GM Naroditsky (SF) and GM Holt (DAL) share Week 8 Game of the Week


In the first near unanimous vote of the season, this exciting draw between two of our top young GMs captured the top honor of the week in a pivotal match which clinched a playoff spot for the Destiny and gave them a hammerlock on the Western Division.


1st Place: GM Daniel Naroditsky (SF) vs GM Conrad Holt (DAL) 1/2-1/2


Already having sacrificed a Pawn, GM Naroditsky added more fuel to the fire with 19. Nf5!, after which a crazy game eventually liquidated into a tricky ending in one of the more interesting draws seen in the USCL


IM Priyadharshan Kannappan (1st Place, 5 Points): What is 8… c4!?!?! I play this opening with White, and I was so surprised by the way Black approached this game, Maybe another deeply analyzed variation from the theoretical databases of Holt. 13. h4 was a very nice Pawn sac, to activate the White pieces, and it was amazing to see that by move 21, White was very much down in material, but he had more than enough compensation. After looking at this game, I understand more why Dvoretsky had to write such a hefty endgame manual, as endgames are damn tricky!! This game was definitely a treat to watch and complex to analyze!


IM Greg Shahade (1st Place, 5 Points): What an incredible game. Naroditsky managed to sacrifice a lot of pieces early in the game and came out on top in a Rook ending, but it wasn’t quite enough to win easily. They then traded into a King and Pawn ending that you often see in books of endgame studies, but you almost never see in real life. Super entertaining performance.


FM Jason Doss (1st Place, 5 Points): I always thought these French games in which Black plays an early c4 were just ICC 1-min bullet openings, but this game made it look fun. Sacrifices, Queen jaunts, Pawns are flying everywhere, this game seems to have a bit of everything. If that is not enough, the endgame is not only cute, but instructional. The finish just topped off the cute-factor. Maybe White had some better chances earlier in this game, but regardless, both players showed great fighting spirit.


FM Mike Klein (1st Place, 5 Points): Check my math on this one: Naroditsky sacked a Pawn, Knight, second Pawn, Rook, and the exchange. Was the endgame technique perfect? Maybe, maybe not, but I’ll be looking for his analysis of it in his Chess Life column. For excitement and the study-like finish, this game has to be on top.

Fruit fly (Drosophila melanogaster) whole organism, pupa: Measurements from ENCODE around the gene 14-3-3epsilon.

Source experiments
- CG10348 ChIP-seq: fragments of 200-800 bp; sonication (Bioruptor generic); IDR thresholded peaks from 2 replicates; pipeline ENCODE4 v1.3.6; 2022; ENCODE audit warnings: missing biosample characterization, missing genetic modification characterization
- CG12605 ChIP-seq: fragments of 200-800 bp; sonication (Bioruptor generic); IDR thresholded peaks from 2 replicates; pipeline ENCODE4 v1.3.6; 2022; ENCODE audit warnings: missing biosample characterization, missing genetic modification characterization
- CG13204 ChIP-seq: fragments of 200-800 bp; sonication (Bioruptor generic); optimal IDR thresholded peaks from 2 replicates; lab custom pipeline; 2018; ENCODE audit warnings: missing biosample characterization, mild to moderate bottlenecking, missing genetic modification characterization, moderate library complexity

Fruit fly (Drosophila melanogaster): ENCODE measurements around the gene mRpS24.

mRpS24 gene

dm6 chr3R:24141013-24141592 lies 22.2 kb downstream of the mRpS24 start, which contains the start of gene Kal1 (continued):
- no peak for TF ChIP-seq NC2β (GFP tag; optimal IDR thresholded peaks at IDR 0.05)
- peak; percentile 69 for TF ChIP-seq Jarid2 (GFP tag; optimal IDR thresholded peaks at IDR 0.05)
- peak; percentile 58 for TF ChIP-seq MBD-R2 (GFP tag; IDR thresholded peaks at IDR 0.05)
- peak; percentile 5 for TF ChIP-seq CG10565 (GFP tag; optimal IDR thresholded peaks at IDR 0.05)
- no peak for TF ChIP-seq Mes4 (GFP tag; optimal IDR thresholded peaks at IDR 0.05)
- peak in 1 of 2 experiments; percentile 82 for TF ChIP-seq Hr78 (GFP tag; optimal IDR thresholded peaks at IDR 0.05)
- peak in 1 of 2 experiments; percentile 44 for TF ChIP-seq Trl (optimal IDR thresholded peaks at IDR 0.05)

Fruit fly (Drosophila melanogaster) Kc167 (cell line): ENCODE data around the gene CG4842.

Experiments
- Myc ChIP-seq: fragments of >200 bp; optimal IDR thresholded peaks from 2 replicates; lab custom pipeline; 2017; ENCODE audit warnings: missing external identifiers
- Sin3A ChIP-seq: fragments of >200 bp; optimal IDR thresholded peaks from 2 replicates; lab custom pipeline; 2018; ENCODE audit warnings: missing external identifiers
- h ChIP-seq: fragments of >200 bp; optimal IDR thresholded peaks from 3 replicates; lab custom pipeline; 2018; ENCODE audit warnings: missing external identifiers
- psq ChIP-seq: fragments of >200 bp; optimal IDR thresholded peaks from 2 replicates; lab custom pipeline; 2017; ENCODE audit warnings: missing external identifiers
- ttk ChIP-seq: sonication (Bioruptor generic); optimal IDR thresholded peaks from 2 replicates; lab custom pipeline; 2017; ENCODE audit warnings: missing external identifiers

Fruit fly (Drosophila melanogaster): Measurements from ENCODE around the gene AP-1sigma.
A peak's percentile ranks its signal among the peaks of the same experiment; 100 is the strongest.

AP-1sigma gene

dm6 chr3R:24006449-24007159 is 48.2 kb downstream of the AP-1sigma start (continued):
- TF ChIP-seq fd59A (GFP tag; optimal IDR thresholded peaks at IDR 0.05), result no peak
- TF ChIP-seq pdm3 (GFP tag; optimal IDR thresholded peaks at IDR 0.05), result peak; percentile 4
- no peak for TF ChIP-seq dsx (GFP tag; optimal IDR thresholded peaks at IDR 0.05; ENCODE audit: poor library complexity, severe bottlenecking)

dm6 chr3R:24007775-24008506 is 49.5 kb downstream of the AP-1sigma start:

IM Salvijus Bercys (2nd Place, 4 Points): This game seemed so absurd but without getting into details I believe White blew it. I am sure some computer line somewhere in the mid game would prove me right. The Pawn endgame seemed like a composition endgame … with a draw as a result. Kind of anticlimactic.


Total score of Naroditsky vs Holt: 24 Points



2nd Place: GM Niclas Huschenbeth (BAL) vs GM Julio Becerra (MIA) 1/2-1/2


In the midst of a well played tactical flurry from both sides, GM Becerra played the strong 17… Qa3!


IM Salvijus Bercys (1st Place, 5 Points): Just a solid game by both sides. Lots of counter-punches thrown around this game but no clear knockout.


IM Priyadharshan Kannappan (2nd Place, 4 Points): An extremely entertaining and impressive play by both sides. Becerra had an advantage throughout the game, and it is sad that he wasn’t able to convert this advantage. A draw is a very surprising result, as for a long time, I thought Black should be winning this endgame somehow.


IM Greg Shahade (2nd Place, 4 Points): Another very exciting draw. When I saw this game I was pretty sure it would win GOTW, but then I looked at Naroditsky vs Holt and changed my mind. So many short and cute little tactics in this game.


FM Jason Doss (3rd Place, 3 Points): It’s a pretty cool game, if not a bit short. There are a lot of small tactical flurries that make the game fun. I feel like it ended too quickly though. That isn’t say I don’t think a draw is a fair result, I just think there was still some fight left.


FM Mike Klein (5th Place, 1 Point): I hope I’m not suppose to be checking these games with a computer. I get the feeling the most technically correct game I’m ranking last. How did Julio keep both minor pieces? How did Niclas not get mated? I felt let down by the ending. Not like The Sopranos, but close.


Total score of Huschenbeth vs Becerra: 17 Points



3rd Place: IM Jeffery Xiong (DAL) vs GM Vinay Bhat (SF) 1-0


In the midst of some crazy fireworks, IM Xiong found the nice counter-blow, 23. Nxb7!, giving him a decisive advantage


FM Jason Doss (2nd Place, 4 Points): It is hard not to enjoy most of Jeffery’s games. It’s clear he is going to be a GM very soon and hopefully a real contender. This was a tactical tight-rope with lots of cool tic-tacs in every direction. Perhaps GM Bhat made a couple pretty bad mistakes, but nonetheless it exciting.


FM Mike Klein (2nd Place, 4 Points): Who sacked more Knights in this game? I lost count. Xiong’s creative defense impressed me, or maybe just the bravery of youth. Good thing kids can now be on their parents medical plan until they’re 26 – he’s going to break some bones playing this way.